So, how exactly do you remove scratches and scuffs with PolyWatch? Unlike other forms of polishing that require expensive equipment and even the use of specialized ventilation setups, all you need to fix your scratched acrylic crystal is a tube of PolyWatch and a soft cotton cloth. As the polishing compound contains a slight abrasive, it is recommended to use some degree of caution so that you don’t accidentally damage the adjacent components on your watch. This is especially important if you have a bezel that is either gold plated or fitted with an anodized aluminum insert.
You can use tape to mask off the bezel, but you may find this to be entirely unnecessary. The key here is just to ensure that you don’t accidently damage the finish on your bezel while trying to remove a scratch from your crystal. Although you would have to seriously mess up in order to do any significant amount of damage your bezel with PolyWatch, the cost of a replacement bezel is typically a minimum of several times more than what you would pay for a new acrylic crystal, so using a little bit of caution up front can save you a whole lot of frustration and money down the line should something actually go wrong.
To remove scratches from your acrylic crystal, simply put a small amount of PolyWatch on the surface of it (start with a dab about the diameter of a pea) and then apply even pressure while rubbing it with a clean, soft cloth in small circular motions for about 2 to 3 minutes. The use of a cloth that is both clean and soft is crucial here, since a rough material or a dirty cloth with debris stuck to it may actually run the risk of putting additional scratches on your crystal and ultimately doing more harm than good.
Deeper scratches will naturally take longer to fully remove, and you can repeat this process as necessary to remedy more severe damage on your acrylic crystal. Additionally, it is important to note that not all scratches and scuffs can be entirely removed with PolyWatch, but they can be significantly improved – and this degree of improvement might be just enough to make any residual damage something that you don’t mind living with until the next time you send your watch in for routine servicing.
PolyWatch does have its limitations, but for a fraction of the price of even the least expensive crystal replacement, you can get yourself an entire tube of it, allowing you to perform this scratch removal process a minimum of several dozen times. Not only will this save you countless trips to your local watch repair shop, but it also offers you a quick and easy way to maintain the appearance of your vintage watch entirely at home and without the use of any specialized tools.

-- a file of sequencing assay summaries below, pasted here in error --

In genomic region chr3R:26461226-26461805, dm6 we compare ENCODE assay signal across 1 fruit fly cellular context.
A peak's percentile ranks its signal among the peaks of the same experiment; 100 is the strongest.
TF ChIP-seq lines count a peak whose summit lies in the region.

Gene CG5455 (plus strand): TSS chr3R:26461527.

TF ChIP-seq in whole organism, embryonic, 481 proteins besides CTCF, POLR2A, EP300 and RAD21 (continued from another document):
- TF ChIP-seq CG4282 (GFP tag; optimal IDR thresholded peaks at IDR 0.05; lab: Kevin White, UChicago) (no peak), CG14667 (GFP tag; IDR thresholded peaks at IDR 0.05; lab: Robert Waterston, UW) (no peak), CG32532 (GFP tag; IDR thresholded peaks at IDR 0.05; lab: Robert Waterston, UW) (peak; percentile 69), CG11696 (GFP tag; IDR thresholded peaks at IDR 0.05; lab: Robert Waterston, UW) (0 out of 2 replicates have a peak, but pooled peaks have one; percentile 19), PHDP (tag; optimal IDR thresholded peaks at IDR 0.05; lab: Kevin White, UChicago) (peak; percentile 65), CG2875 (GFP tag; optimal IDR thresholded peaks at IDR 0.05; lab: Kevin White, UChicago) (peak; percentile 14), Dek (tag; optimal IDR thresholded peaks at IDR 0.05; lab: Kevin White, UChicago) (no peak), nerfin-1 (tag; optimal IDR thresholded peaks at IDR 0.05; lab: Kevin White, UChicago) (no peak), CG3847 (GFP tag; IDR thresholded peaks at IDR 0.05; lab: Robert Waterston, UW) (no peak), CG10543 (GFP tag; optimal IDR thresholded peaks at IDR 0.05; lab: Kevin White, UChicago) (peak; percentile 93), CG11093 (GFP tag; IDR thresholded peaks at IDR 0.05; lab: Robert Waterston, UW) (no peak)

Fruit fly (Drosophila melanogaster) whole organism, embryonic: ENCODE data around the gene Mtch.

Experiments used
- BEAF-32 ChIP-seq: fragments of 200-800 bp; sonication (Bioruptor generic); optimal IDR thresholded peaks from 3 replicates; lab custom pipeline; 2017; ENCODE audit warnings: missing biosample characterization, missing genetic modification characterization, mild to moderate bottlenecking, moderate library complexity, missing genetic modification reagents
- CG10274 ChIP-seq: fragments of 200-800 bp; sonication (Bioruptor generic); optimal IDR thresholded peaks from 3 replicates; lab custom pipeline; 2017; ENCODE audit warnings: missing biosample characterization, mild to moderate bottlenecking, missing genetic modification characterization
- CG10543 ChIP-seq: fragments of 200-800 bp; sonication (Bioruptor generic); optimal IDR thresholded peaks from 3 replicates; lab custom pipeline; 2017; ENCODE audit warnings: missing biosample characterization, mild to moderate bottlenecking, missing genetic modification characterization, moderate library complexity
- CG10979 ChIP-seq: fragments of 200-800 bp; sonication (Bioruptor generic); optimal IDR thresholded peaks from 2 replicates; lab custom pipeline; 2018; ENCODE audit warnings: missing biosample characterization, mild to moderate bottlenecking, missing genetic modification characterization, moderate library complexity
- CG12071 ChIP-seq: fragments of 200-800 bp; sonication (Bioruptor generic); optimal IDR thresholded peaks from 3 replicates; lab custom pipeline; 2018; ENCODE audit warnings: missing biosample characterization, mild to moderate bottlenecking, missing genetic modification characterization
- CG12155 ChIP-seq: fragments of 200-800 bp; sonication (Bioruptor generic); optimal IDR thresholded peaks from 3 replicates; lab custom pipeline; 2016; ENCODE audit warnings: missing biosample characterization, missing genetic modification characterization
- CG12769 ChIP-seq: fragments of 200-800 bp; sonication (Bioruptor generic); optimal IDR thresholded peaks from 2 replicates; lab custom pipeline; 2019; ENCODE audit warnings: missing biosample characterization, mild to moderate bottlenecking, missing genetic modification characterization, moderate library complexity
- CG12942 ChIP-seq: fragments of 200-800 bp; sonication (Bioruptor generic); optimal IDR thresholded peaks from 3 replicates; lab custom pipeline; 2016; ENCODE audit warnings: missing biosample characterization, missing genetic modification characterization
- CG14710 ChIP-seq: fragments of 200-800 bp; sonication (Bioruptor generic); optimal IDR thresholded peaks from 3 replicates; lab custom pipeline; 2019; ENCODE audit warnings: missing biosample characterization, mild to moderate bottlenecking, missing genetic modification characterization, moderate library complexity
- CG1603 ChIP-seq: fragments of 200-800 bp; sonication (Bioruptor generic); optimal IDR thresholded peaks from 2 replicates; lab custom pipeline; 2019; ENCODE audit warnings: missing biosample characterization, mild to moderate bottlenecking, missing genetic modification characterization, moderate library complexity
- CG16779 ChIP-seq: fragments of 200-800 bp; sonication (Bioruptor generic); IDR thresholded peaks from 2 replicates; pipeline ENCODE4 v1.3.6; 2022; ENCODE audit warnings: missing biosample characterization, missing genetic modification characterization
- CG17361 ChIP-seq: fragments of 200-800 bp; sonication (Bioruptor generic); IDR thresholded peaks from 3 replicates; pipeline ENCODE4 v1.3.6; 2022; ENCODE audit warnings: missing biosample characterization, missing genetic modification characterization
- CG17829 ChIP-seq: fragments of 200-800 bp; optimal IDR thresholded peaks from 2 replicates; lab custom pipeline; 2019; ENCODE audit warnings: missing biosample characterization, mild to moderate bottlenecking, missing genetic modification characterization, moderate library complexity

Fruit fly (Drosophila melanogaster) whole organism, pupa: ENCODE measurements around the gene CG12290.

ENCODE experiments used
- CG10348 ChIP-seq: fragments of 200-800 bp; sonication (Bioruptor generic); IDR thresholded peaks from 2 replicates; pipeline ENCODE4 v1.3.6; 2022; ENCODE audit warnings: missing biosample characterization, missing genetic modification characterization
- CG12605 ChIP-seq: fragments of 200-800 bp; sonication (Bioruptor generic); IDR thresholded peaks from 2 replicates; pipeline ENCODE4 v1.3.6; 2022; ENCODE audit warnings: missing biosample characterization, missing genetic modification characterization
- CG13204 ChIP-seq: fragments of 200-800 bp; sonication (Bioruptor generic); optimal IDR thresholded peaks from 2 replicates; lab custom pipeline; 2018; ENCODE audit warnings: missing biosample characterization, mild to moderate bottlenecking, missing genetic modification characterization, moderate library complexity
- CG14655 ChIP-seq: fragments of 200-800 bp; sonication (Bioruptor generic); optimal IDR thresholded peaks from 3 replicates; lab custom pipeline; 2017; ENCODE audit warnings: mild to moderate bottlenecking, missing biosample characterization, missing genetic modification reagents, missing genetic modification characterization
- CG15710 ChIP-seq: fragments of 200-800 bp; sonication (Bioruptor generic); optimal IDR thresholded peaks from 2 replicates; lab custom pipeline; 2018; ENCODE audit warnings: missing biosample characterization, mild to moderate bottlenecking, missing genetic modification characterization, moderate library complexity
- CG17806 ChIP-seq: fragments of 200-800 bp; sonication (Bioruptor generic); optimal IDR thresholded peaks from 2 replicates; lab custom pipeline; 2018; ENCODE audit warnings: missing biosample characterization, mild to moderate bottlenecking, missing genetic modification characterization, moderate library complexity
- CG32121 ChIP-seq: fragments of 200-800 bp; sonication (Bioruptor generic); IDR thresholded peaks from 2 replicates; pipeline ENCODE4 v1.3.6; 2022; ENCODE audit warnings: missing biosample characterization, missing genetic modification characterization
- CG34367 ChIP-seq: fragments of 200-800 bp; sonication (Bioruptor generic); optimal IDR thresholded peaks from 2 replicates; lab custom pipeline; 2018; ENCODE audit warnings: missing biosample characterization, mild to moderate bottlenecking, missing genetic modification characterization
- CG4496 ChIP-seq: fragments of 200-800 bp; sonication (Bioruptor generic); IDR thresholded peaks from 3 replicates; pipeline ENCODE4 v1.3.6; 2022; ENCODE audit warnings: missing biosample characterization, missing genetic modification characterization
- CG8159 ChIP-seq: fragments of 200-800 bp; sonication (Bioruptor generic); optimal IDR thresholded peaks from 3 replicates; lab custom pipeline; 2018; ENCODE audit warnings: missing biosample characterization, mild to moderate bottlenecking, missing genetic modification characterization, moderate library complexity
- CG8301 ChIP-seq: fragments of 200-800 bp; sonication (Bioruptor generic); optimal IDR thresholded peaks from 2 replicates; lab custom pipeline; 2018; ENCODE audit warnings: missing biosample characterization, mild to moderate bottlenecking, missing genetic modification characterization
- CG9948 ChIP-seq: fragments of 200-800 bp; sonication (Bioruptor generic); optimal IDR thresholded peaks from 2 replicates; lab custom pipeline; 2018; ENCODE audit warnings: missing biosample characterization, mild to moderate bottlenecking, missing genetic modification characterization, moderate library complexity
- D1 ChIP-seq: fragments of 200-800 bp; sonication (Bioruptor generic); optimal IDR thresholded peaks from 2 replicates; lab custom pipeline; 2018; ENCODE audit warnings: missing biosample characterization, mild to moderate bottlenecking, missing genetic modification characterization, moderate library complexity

Acrylic crystals are far tougher than most people think and this type of plastic is still used in a variety of high-intensity applications where durability and shatter-resistance are of the utmost importance. All of the purpose-built tool watches from the golden era of mechanical timepieces were fitted with acrylic crystals and these are the watches that ventured to the bottom of the ocean, the surface of the moon, and everywhere in between.
Watches were once considered to be tools and items of necessity. As such, they were expected to acquire some scratches and scuffs while serving their intended purpose. Today, an increasing number of people collect watches rather than simply wearing them, and these superficial signs of use have made some people shy away from acrylic crystals in recent years. However, the ability to quickly remedy these scratches and scuffs is a factor that should not be overlooked. With a simple tube of PolyWatch, you can stop worrying about the scratches and start wearing your vintage watch the way that it was intended to be worn.